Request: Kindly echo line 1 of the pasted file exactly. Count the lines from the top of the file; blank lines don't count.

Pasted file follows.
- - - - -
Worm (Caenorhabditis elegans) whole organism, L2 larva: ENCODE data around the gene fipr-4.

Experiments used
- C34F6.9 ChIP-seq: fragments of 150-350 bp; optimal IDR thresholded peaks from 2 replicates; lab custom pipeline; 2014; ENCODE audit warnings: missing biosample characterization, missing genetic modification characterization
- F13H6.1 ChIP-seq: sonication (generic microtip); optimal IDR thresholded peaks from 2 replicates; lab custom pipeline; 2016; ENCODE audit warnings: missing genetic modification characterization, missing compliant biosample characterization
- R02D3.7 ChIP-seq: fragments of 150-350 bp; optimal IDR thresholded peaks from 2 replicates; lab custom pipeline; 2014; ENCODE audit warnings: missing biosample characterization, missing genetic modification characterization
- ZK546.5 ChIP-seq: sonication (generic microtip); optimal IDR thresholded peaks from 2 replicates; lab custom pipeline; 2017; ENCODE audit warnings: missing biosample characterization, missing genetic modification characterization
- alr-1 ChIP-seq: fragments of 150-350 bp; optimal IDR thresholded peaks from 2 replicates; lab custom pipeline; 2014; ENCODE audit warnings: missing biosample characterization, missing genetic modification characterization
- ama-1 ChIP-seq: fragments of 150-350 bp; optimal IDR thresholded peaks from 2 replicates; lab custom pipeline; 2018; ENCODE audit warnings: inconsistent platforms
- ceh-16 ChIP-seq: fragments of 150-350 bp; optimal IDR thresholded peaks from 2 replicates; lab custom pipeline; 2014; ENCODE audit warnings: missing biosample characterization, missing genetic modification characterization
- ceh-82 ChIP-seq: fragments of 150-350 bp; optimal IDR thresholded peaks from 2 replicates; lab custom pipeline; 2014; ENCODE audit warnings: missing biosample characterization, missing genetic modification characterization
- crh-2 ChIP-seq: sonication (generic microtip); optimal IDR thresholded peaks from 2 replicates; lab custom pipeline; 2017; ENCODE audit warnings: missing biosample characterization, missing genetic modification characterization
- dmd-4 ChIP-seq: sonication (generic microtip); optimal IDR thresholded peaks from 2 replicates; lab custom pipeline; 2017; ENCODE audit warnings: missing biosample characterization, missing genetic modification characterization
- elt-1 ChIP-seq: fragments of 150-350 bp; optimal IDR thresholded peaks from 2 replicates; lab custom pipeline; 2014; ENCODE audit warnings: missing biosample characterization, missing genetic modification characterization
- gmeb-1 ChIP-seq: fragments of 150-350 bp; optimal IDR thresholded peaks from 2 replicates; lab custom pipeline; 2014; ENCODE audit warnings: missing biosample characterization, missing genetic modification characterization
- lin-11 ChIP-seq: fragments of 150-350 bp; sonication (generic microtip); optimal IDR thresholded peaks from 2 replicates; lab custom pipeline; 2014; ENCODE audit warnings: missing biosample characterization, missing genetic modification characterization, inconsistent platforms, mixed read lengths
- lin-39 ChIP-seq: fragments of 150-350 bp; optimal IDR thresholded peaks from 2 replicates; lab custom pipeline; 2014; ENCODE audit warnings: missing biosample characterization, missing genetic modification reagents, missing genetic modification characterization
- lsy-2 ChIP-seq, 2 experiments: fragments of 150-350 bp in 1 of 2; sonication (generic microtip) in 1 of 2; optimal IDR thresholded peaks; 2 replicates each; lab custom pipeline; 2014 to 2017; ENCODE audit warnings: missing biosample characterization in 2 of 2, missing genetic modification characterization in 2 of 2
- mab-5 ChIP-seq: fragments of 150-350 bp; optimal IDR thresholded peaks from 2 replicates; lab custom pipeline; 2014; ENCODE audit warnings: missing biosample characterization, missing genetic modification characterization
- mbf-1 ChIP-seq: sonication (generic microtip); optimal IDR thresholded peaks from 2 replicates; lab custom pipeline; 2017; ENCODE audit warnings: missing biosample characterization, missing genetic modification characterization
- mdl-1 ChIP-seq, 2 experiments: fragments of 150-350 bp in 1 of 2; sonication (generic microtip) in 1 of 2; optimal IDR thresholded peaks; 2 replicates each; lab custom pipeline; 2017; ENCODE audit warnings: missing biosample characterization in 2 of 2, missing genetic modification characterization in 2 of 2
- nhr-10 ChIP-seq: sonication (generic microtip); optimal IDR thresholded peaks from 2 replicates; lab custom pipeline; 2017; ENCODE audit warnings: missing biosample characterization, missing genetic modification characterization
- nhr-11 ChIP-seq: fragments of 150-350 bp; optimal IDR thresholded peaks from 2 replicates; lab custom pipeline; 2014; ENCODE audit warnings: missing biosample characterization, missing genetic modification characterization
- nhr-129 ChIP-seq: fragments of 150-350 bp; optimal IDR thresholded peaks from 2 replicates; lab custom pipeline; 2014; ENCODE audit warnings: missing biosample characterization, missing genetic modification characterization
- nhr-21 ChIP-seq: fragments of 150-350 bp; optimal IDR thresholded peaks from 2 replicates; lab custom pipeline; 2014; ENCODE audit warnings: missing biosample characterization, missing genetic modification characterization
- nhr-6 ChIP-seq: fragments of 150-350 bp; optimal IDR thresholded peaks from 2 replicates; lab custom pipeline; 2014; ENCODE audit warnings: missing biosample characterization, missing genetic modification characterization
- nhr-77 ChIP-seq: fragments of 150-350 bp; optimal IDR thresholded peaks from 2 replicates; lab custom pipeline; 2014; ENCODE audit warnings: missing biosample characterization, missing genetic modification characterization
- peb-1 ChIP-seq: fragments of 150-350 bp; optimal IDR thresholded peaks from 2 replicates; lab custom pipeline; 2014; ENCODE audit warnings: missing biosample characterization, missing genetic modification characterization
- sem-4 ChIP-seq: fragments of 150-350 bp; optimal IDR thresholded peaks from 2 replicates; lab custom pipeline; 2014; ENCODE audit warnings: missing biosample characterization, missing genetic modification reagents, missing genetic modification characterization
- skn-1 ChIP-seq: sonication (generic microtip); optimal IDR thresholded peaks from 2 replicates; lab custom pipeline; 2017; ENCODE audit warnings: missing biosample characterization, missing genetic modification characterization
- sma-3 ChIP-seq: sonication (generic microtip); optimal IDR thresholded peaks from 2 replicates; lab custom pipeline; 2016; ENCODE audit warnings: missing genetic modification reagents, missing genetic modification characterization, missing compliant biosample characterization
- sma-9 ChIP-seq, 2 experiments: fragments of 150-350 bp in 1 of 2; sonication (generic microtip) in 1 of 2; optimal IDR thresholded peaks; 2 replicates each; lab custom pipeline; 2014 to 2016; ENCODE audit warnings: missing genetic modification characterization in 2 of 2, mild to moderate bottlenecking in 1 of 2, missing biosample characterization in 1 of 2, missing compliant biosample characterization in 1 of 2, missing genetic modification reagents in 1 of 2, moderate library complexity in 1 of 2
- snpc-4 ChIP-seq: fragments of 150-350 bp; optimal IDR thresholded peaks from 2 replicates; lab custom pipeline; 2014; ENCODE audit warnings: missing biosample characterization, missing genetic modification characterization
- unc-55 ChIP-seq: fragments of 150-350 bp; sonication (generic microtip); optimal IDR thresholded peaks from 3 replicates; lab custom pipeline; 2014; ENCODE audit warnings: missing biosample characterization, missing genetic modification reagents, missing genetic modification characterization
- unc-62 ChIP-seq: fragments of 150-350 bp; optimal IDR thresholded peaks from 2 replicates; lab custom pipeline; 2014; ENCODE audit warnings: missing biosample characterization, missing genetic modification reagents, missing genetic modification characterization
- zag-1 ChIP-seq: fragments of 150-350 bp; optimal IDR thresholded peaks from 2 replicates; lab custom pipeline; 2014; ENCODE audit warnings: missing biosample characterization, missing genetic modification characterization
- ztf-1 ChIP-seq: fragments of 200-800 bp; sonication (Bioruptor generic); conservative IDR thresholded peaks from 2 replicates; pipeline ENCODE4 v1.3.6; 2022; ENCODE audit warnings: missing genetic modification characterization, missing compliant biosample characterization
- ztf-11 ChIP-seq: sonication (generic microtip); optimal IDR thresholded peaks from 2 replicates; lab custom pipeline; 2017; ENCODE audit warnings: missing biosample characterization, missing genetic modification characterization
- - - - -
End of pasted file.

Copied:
Worm (Caenorhabditis elegans) whole organism, L2 larva: ENCODE data around the gene fipr-4.